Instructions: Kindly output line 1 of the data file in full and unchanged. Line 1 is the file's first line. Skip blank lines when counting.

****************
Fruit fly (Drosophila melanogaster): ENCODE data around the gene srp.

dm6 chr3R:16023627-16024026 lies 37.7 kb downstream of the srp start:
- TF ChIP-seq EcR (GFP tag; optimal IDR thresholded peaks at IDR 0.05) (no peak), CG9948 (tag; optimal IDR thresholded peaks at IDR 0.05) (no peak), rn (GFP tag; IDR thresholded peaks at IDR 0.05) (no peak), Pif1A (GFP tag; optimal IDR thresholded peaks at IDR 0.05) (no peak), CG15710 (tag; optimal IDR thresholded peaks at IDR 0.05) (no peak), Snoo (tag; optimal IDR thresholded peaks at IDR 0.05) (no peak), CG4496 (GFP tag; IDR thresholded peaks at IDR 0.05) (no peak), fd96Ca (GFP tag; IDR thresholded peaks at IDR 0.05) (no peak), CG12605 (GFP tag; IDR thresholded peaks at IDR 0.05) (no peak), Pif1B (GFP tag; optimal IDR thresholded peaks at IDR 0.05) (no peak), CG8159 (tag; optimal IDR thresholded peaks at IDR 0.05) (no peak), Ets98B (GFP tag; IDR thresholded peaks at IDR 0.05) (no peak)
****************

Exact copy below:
Fruit fly (Drosophila melanogaster): ENCODE data around the gene srp.